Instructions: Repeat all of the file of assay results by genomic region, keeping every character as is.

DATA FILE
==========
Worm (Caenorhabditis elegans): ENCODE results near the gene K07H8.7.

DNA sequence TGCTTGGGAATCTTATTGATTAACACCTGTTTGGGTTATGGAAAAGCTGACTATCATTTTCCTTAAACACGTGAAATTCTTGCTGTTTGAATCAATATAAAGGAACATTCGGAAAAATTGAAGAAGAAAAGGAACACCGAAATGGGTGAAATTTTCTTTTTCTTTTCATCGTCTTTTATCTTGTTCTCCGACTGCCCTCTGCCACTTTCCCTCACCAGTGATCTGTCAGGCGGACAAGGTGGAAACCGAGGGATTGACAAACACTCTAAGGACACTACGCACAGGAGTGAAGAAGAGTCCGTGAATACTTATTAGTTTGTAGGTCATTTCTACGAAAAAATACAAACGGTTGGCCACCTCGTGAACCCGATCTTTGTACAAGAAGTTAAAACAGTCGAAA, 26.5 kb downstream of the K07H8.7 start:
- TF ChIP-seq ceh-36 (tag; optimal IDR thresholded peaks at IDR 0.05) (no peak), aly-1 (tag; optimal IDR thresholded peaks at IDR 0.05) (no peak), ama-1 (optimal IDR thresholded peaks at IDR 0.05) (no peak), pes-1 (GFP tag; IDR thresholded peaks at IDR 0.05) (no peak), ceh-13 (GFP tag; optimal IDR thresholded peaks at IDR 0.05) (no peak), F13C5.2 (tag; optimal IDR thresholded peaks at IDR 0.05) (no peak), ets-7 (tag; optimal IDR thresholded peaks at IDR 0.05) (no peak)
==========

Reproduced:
Worm (Caenorhabditis elegans): ENCODE results near the gene K07H8.7.

DNA sequence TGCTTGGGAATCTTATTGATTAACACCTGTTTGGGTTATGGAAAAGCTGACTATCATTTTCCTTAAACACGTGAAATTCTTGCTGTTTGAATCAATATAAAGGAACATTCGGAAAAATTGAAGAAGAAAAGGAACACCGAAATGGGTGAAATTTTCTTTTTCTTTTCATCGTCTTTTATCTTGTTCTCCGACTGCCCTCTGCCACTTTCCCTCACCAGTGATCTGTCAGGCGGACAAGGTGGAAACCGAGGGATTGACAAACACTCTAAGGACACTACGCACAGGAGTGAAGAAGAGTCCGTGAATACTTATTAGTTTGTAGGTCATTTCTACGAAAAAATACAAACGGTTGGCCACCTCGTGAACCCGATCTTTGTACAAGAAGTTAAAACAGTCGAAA, 26.5 kb downstream of the K07H8.7 start:
- TF ChIP-seq ceh-36 (tag; optimal IDR thresholded peaks at IDR 0.05) (no peak), aly-1 (tag; optimal IDR thresholded peaks at IDR 0.05) (no peak), ama-1 (optimal IDR thresholded peaks at IDR 0.05) (no peak), pes-1 (GFP tag; IDR thresholded peaks at IDR 0.05) (no peak), ceh-13 (GFP tag; optimal IDR thresholded peaks at IDR 0.05) (no peak), F13C5.2 (tag; optimal IDR thresholded peaks at IDR 0.05) (no peak), ets-7 (tag; optimal IDR thresholded peaks at IDR 0.05) (no peak)